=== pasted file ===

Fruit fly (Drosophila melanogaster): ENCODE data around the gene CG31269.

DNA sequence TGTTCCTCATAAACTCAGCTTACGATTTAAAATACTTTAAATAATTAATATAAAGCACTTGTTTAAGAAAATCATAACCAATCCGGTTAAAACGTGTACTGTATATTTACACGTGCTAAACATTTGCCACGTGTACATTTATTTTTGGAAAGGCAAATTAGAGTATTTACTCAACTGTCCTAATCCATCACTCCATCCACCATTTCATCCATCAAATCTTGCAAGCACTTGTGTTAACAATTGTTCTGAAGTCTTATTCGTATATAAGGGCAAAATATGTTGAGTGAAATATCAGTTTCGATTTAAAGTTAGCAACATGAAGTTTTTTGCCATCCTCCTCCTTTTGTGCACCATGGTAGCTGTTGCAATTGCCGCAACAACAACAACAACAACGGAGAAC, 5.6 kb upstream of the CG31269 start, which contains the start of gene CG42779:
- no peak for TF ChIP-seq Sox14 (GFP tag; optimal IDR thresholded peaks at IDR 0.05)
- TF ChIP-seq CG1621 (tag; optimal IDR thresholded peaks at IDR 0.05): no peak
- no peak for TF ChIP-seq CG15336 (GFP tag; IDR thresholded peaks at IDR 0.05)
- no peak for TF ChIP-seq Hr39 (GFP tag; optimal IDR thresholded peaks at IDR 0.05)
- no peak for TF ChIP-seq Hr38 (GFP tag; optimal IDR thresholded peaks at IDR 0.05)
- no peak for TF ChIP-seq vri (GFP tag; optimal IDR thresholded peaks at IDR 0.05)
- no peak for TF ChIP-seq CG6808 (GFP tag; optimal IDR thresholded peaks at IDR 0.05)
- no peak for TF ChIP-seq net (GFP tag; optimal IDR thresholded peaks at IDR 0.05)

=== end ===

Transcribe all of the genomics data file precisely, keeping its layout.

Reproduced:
Fruit fly (Drosophila melanogaster): ENCODE data around the gene CG31269.

DNA sequence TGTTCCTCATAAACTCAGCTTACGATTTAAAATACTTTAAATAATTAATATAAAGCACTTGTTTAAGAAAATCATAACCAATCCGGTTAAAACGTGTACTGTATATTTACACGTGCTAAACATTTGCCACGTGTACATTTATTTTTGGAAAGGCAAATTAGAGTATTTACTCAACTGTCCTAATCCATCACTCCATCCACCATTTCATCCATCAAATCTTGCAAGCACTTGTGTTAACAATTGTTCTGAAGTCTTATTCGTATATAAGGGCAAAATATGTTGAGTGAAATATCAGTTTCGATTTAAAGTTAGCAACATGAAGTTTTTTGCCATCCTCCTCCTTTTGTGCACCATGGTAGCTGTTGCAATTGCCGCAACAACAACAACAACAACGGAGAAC, 5.6 kb upstream of the CG31269 start, which contains the start of gene CG42779:
- no peak for TF ChIP-seq Sox14 (GFP tag; optimal IDR thresholded peaks at IDR 0.05)
- TF ChIP-seq CG1621 (tag; optimal IDR thresholded peaks at IDR 0.05): no peak
- no peak for TF ChIP-seq CG15336 (GFP tag; IDR thresholded peaks at IDR 0.05)
- no peak for TF ChIP-seq Hr39 (GFP tag; optimal IDR thresholded peaks at IDR 0.05)
- no peak for TF ChIP-seq Hr38 (GFP tag; optimal IDR thresholded peaks at IDR 0.05)
- no peak for TF ChIP-seq vri (GFP tag; optimal IDR thresholded peaks at IDR 0.05)
- no peak for TF ChIP-seq CG6808 (GFP tag; optimal IDR thresholded peaks at IDR 0.05)
- no peak for TF ChIP-seq net (GFP tag; optimal IDR thresholded peaks at IDR 0.05)